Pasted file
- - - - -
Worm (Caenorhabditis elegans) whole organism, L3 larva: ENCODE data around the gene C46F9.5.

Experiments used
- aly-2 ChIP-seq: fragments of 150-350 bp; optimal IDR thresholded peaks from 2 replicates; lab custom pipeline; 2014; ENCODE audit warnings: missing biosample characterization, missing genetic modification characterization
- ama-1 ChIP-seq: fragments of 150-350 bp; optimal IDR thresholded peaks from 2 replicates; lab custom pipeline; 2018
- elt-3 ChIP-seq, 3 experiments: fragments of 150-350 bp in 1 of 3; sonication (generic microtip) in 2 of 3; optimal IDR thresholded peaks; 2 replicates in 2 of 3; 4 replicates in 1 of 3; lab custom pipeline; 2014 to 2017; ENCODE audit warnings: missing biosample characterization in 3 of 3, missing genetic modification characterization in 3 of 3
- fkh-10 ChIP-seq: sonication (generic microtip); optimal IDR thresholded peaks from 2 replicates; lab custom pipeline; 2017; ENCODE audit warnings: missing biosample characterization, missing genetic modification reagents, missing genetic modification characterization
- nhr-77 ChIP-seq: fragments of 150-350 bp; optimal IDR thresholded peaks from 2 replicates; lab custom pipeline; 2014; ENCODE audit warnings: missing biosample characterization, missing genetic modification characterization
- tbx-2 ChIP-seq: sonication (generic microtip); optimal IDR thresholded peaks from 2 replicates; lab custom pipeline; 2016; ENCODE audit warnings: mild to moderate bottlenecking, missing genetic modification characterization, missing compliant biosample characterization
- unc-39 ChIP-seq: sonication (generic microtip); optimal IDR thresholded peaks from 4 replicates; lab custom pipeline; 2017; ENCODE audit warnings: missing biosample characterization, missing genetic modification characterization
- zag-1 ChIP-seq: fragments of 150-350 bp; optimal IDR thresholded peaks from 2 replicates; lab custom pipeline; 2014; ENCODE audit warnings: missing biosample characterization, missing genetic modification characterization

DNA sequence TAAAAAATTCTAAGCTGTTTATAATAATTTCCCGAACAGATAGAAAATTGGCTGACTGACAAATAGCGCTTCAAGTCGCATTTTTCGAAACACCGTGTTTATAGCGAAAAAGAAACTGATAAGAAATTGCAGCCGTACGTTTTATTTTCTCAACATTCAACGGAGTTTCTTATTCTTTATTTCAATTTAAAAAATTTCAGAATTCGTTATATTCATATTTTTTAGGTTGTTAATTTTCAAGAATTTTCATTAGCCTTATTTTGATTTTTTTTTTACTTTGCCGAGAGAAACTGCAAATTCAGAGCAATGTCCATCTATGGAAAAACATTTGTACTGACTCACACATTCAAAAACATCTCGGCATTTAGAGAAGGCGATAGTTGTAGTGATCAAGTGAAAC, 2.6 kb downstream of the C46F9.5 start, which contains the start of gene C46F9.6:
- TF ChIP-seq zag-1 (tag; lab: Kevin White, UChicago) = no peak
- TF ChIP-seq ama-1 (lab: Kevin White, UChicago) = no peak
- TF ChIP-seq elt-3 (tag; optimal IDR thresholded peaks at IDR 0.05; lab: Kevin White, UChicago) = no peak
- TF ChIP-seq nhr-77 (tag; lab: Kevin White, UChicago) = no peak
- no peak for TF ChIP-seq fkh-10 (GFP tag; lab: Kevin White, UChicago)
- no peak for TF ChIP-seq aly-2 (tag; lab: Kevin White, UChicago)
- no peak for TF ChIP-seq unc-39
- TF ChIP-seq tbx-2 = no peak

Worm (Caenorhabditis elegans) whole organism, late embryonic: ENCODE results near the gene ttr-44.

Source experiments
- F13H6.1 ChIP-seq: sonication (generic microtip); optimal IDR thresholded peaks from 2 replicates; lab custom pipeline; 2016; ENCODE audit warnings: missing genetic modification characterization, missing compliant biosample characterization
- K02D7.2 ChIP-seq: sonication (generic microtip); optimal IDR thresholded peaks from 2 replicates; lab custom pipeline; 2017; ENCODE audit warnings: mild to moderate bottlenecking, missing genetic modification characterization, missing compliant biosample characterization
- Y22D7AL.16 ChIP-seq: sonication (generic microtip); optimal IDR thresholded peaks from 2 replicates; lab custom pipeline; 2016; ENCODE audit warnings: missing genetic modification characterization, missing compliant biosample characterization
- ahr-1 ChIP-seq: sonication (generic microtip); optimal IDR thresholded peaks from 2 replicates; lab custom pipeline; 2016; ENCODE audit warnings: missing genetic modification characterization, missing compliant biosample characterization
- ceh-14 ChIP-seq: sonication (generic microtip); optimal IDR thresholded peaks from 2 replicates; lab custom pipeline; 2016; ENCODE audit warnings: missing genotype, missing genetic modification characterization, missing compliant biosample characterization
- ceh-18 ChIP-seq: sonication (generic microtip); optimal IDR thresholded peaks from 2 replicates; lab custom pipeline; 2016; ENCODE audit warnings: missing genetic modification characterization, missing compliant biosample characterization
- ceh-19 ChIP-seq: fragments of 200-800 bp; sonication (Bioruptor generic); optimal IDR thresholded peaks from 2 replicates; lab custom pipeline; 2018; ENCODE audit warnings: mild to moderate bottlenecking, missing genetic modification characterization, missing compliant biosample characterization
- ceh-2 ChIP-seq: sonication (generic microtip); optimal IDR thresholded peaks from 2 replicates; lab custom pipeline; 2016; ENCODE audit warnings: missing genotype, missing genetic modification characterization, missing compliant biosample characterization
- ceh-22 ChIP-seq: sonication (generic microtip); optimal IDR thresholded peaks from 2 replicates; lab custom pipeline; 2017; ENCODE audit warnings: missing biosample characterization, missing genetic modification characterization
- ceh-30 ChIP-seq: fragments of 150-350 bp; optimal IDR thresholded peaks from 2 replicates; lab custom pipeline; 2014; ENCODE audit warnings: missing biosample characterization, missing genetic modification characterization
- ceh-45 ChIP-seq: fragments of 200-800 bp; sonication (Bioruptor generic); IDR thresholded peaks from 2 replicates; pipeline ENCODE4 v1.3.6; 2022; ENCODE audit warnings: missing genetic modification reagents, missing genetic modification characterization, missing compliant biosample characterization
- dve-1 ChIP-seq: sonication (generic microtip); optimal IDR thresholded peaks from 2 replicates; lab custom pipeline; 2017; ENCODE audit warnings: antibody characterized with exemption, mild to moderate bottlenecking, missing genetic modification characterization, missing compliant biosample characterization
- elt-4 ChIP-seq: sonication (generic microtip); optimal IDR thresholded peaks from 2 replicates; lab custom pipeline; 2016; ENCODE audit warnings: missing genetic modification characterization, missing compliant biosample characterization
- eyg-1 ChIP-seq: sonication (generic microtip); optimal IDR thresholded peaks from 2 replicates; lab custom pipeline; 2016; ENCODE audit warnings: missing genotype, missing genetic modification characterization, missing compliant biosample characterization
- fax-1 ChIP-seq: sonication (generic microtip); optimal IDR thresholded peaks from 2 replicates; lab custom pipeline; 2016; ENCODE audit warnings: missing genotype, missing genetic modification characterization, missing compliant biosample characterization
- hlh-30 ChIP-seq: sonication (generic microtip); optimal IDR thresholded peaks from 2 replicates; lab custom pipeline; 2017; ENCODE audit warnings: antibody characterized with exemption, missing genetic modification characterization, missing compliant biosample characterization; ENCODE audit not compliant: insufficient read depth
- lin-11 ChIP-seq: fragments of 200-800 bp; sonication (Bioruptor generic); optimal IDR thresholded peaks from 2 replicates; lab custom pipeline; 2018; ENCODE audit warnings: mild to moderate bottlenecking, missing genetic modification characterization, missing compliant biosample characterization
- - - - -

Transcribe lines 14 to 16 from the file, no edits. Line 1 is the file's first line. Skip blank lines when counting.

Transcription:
- TF ChIP-seq elt-3 (tag; optimal IDR thresholded peaks at IDR 0.05; lab: Kevin White, UChicago) = no peak
- TF ChIP-seq nhr-77 (tag; lab: Kevin White, UChicago) = no peak
- no peak for TF ChIP-seq fkh-10 (GFP tag; lab: Kevin White, UChicago)